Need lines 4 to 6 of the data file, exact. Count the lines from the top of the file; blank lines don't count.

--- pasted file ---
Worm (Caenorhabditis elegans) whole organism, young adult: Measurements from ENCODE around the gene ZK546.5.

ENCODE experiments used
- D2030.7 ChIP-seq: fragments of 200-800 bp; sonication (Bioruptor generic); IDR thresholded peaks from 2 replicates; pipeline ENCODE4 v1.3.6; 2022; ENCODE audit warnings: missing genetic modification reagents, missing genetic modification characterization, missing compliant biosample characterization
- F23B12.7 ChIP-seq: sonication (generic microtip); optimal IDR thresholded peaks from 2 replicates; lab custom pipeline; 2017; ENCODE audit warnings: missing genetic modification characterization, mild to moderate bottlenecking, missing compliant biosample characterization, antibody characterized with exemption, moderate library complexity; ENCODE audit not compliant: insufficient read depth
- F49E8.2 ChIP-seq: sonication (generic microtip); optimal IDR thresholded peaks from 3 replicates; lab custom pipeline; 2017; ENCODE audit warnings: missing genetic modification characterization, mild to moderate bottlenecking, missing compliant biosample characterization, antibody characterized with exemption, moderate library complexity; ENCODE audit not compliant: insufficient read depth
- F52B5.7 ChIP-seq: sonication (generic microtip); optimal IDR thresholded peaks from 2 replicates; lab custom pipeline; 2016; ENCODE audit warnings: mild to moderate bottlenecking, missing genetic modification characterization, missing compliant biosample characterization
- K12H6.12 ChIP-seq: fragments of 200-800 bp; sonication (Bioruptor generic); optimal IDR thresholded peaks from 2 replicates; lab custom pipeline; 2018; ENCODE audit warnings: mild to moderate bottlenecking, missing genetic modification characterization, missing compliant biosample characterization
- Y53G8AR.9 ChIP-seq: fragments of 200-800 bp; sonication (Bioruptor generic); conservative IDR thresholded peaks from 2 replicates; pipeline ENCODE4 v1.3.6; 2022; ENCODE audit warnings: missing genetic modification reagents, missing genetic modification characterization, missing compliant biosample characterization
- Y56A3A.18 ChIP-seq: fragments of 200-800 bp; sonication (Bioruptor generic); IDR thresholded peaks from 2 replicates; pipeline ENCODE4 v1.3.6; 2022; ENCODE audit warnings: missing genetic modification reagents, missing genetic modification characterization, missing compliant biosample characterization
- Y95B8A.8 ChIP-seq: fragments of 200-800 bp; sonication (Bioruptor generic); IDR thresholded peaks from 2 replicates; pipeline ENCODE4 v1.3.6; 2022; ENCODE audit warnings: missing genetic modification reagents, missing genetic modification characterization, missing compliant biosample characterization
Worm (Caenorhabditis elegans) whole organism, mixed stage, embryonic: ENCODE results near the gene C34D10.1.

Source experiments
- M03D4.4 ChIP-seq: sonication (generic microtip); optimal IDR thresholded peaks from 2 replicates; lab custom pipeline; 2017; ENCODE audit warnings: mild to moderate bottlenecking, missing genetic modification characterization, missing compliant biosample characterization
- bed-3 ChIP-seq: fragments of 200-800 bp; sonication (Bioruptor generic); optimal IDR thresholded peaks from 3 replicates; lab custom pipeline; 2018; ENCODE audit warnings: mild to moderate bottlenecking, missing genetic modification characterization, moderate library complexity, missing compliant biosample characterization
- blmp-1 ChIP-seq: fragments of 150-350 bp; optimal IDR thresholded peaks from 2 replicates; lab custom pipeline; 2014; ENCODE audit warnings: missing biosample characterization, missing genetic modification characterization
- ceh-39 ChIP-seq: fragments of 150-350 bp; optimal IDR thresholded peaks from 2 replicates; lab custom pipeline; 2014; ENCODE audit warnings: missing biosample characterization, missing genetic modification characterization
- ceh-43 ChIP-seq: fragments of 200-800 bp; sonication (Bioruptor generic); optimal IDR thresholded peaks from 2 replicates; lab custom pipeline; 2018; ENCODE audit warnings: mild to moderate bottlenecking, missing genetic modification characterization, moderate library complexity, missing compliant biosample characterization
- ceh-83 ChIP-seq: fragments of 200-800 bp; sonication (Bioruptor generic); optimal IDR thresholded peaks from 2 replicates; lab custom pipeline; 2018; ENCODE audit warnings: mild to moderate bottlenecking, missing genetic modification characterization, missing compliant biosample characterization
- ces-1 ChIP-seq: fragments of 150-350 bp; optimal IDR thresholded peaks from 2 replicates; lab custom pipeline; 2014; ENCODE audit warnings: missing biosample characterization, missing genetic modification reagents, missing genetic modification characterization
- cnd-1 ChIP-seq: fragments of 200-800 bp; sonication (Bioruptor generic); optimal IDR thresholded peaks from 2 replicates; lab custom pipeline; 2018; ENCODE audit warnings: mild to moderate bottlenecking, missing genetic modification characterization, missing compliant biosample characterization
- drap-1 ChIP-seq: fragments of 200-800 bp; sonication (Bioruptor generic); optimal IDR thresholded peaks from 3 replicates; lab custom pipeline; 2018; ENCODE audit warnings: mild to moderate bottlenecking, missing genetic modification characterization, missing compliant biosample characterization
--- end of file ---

- F23B12.7 ChIP-seq: sonication (generic microtip); optimal IDR thresholded peaks from 2 replicates; lab custom pipeline; 2017; ENCODE audit warnings: missing genetic modification characterization, mild to moderate bottlenecking, missing compliant biosample characterization, antibody characterized with exemption, moderate library complexity; ENCODE audit not compliant: insufficient read depth
- F49E8.2 ChIP-seq: sonication (generic microtip); optimal IDR thresholded peaks from 3 replicates; lab custom pipeline; 2017; ENCODE audit warnings: missing genetic modification characterization, mild to moderate bottlenecking, missing compliant biosample characterization, antibody characterized with exemption, moderate library complexity; ENCODE audit not compliant: insufficient read depth
- F52B5.7 ChIP-seq: sonication (generic microtip); optimal IDR thresholded peaks from 2 replicates; lab custom pipeline; 2016; ENCODE audit warnings: mild to moderate bottlenecking, missing genetic modification characterization, missing compliant biosample characterization